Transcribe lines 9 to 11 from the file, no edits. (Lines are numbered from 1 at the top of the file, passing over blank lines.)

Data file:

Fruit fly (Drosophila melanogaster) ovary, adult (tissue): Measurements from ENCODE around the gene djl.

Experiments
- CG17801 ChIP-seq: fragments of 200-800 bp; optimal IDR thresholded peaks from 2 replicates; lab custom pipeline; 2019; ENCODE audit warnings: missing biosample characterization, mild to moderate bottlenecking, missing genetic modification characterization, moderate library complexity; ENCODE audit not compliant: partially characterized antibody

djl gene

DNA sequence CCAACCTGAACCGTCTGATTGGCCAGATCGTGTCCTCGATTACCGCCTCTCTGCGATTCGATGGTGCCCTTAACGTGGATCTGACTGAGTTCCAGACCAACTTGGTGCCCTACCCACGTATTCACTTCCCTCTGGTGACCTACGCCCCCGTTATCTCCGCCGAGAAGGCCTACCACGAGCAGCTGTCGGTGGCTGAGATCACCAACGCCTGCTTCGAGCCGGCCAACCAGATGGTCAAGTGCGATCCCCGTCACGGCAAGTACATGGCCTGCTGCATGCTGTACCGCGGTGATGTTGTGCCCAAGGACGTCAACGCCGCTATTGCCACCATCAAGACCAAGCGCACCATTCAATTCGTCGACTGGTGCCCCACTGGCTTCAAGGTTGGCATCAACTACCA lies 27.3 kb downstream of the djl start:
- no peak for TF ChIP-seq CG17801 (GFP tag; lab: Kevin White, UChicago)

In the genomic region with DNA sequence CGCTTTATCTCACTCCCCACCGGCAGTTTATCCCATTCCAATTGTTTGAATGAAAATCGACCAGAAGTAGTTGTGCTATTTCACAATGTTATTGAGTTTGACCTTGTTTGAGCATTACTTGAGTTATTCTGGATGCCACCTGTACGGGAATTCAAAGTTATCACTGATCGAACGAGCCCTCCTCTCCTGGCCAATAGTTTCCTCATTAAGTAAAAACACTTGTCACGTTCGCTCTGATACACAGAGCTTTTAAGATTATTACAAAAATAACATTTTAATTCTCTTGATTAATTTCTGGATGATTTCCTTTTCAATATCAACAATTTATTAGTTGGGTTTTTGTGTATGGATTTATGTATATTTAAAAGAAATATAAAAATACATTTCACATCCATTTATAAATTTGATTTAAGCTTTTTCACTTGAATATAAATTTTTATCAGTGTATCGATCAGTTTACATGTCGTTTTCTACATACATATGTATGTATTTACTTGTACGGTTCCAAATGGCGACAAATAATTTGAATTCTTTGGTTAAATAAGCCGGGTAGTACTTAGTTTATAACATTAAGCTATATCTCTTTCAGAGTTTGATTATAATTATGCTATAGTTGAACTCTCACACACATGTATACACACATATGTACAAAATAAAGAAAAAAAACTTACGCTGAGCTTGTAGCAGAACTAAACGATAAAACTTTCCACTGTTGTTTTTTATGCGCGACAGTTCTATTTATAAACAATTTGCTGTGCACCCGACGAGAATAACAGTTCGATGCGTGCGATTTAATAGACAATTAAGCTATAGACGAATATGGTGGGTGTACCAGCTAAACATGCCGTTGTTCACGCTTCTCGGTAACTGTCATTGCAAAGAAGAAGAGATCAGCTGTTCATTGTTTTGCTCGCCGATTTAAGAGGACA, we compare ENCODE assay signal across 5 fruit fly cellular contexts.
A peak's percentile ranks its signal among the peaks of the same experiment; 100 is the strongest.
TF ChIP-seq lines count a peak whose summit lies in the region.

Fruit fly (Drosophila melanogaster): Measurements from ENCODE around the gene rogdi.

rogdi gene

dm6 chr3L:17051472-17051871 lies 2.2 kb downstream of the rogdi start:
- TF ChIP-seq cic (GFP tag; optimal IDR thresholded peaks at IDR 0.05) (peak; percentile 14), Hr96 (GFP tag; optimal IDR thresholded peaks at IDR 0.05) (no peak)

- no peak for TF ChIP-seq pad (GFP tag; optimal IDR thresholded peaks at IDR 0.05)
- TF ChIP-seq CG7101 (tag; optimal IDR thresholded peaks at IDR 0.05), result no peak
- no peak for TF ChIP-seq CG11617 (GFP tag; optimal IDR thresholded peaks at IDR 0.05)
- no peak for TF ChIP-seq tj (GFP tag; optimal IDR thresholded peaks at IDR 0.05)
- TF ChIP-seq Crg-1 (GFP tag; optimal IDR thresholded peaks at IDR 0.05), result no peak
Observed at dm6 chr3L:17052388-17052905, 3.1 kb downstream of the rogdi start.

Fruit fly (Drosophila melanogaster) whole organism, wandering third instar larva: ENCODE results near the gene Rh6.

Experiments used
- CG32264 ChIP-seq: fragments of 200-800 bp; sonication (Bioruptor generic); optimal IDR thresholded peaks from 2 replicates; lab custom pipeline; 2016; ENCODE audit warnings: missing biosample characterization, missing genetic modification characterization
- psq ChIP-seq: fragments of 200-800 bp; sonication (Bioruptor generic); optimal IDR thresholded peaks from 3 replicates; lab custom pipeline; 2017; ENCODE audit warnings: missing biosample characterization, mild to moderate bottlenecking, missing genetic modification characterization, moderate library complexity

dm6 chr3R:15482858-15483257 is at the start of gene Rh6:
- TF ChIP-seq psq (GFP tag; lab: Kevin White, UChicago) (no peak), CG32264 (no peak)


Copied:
TF ChIP-seq lines count a peak whose summit lies in the region.

Fruit fly (Drosophila melanogaster): Measurements from ENCODE around the gene rogdi.

rogdi gene